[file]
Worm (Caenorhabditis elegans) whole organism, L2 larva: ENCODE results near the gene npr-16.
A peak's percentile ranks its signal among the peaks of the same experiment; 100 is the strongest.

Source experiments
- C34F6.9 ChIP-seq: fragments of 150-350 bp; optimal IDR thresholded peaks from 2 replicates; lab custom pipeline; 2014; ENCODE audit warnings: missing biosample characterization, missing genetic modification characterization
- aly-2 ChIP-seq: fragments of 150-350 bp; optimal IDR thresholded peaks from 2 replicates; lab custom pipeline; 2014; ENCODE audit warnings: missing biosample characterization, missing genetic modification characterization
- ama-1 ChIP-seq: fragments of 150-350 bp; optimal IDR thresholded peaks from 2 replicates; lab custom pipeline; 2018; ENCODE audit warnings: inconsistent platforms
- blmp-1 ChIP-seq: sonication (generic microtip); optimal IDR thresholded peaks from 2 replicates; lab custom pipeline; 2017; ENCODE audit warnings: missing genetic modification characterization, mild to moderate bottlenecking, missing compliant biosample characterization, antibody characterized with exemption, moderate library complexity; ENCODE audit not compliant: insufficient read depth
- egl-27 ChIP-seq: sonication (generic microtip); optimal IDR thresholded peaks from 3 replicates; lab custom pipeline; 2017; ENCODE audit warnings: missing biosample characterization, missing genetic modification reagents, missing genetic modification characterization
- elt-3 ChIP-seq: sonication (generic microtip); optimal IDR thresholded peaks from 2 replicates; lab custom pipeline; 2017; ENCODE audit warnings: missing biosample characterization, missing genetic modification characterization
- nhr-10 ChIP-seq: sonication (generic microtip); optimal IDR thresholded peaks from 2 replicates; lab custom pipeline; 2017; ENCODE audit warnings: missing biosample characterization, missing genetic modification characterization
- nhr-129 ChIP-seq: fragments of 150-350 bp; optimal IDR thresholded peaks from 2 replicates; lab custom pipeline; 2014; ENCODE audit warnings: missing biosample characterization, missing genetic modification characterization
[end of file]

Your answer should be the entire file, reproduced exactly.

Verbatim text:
Worm (Caenorhabditis elegans) whole organism, L2 larva: ENCODE results near the gene npr-16.
A peak's percentile ranks its signal among the peaks of the same experiment; 100 is the strongest.

Source experiments
- C34F6.9 ChIP-seq: fragments of 150-350 bp; optimal IDR thresholded peaks from 2 replicates; lab custom pipeline; 2014; ENCODE audit warnings: missing biosample characterization, missing genetic modification characterization
- aly-2 ChIP-seq: fragments of 150-350 bp; optimal IDR thresholded peaks from 2 replicates; lab custom pipeline; 2014; ENCODE audit warnings: missing biosample characterization, missing genetic modification characterization
- ama-1 ChIP-seq: fragments of 150-350 bp; optimal IDR thresholded peaks from 2 replicates; lab custom pipeline; 2018; ENCODE audit warnings: inconsistent platforms
- blmp-1 ChIP-seq: sonication (generic microtip); optimal IDR thresholded peaks from 2 replicates; lab custom pipeline; 2017; ENCODE audit warnings: missing genetic modification characterization, mild to moderate bottlenecking, missing compliant biosample characterization, antibody characterized with exemption, moderate library complexity; ENCODE audit not compliant: insufficient read depth
- egl-27 ChIP-seq: sonication (generic microtip); optimal IDR thresholded peaks from 3 replicates; lab custom pipeline; 2017; ENCODE audit warnings: missing biosample characterization, missing genetic modification reagents, missing genetic modification characterization
- elt-3 ChIP-seq: sonication (generic microtip); optimal IDR thresholded peaks from 2 replicates; lab custom pipeline; 2017; ENCODE audit warnings: missing biosample characterization, missing genetic modification characterization
- nhr-10 ChIP-seq: sonication (generic microtip); optimal IDR thresholded peaks from 2 replicates; lab custom pipeline; 2017; ENCODE audit warnings: missing biosample characterization, missing genetic modification characterization
- nhr-129 ChIP-seq: fragments of 150-350 bp; optimal IDR thresholded peaks from 2 replicates; lab custom pipeline; 2014; ENCODE audit warnings: missing biosample characterization, missing genetic modification characterization